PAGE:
Written by: John Humphrey, EVP & CRO, Cyber Group Inc.
Most of you will have no idea what I’m talking about; others will smile because you remember those summers carrying Flat Stanley on vacation or having your kids write letters to others around the world and sending Flat Stanley along for a ride.
I can remember those summers of packing Flat Stanley in my briefcase as I travelled around the U.S. on business. I would snap pictures of Flat by the Stock Exchange in NYC or the Golden Gate Bridge in California. My kids would write family friends and send Flat along, asking them to take pictures with Flat wherever they travelled. It was always amusing what pictures we would get back from friends before there were iPhones.
The original book was written by Jeff Brown as a bedtime story for his children. The gist of the book is that Flat Stanley gets flattened by a bulletin board falling on him and decides after time to make the best of being flat. He finds that he can fit under locked doors, mail himself to his friends and serve as a kite for his brother in the park.
The Flat Stanley Project was started in 1995 by a Canadian schoolteacher to facilitate writing between students and sending Flat Stanley around the world for pictures in famous places. Flat Stanley has been everywhere!
For many of us, COVID was like the bulletin board that flattened Flat Stanley, and like Flat, we have all had to make the best of the situation. We have learned to survive in a Flat Stanley world as Zoom and Teams have taken over our lives. Now entering our second year of work from home, I suspect “normal” is on the horizon, but what does that look like? I went to an “in-person meeting” that we used to call a “face-to-face” meeting. Now it’s “mask-to-mask.” I remember thinking, I sure do miss my home office and my Flat Stanley Teams meetings. With 65% of communication being non-verbal, I need to see a face. Also, my hearing is going, so I can’t read lips in a mask-to-mask world. I retreated from the mask-to-mask meetings and doubled down my efforts from the home office.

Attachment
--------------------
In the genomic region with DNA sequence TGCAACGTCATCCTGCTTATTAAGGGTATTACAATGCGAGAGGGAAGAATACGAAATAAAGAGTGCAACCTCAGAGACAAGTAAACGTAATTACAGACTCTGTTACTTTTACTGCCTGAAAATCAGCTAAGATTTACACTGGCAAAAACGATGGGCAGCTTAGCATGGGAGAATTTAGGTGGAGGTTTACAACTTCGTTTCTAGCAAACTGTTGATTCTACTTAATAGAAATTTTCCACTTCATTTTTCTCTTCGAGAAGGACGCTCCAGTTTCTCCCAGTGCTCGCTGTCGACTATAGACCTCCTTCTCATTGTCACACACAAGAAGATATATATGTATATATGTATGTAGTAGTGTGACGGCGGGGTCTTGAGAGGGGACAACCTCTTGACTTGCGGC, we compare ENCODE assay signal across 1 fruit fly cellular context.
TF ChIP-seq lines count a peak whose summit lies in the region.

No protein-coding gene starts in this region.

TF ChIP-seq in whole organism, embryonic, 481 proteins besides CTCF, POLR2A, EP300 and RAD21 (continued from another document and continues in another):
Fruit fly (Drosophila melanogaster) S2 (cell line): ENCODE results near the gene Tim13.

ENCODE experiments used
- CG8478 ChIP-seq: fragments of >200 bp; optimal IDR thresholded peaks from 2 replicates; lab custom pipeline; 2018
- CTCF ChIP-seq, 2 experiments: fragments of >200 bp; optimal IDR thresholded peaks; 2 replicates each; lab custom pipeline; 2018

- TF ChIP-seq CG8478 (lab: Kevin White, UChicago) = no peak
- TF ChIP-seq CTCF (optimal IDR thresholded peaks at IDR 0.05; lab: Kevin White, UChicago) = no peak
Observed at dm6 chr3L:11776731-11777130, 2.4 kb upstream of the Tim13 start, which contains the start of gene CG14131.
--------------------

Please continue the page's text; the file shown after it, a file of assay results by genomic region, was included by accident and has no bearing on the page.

So what is the upside to COVID?
In the knowledge worker world, I can get more done in an 8 hour day than I could in 3 or 4 days. I often have 8 – 10 meetings in a single day versus the 2 – 3 hours it takes to go visit in person. This has led me to be hugely productive from anywhere.
In the Zoom world, so long as I can see your face, some of that non-verbal is coming through. I prefer face-to-face, but Zoom is better than mask-to-mask.
In many ways, I have a fuller life. I’m doing fun things and picking time with friends I know are being safe. My kids come around the house, and I’m no longer spending 1 – 2 hours driving in traffic. I can leave my home office and be having a glass of wine with my wife in 15 minutes. I’ve worked from many of my favorite places.
One area that has gone the way of the buggy whip is the written word. Now more than ever, take the time to write a short note and send it along in snail mail. It will be a welcome gift to the recipient. Online, content rules. Knowledge has to be shared through social media for it to be relevant to your clients. Write more!
We may have another 6 months of work from home, so make the best of it. Near the end of the book, Flat Stanley grows tired of being flat and asks his brother to pump him back to his regular self with a bicycle pump. For us, that pump is vaccines. We are beginning to see declines in case numbers as herd immunity is spreading. Is the end in sight? I hope so. We know that there will be life after COVID, but what will it be like from a business perspective?
During COVID, we had to trust our employees to be productive, and they were. How will we balance the flexibility they have earned with the control needs exhibited by many leaders today?
Just like a spacecraft re-entering the atmosphere, the angle of descent needs to be right. Too steep, and we burn up. Too flat, and we bounce off into space. Companies will have to go slowly and consider how they can create reasons to come to the office.
In a knowledge worker’s world, companies will have to give their very best talent the flexibility they now know they can have. Work from home will become work from anywhere.
As we move from a Flat Stanley world to the new normal, organizations and people will need to keep an open mind as they strive to help their customers succeed and engage their employees to do the same. There will not be a roadmap. We will all need to recover slowly, deliberately, and with a great deal of grace. Take people where they are and highlight things that need to be addressed corporately. Creating loyalty in a post-Flat Stanley world will separate the winners from the losers.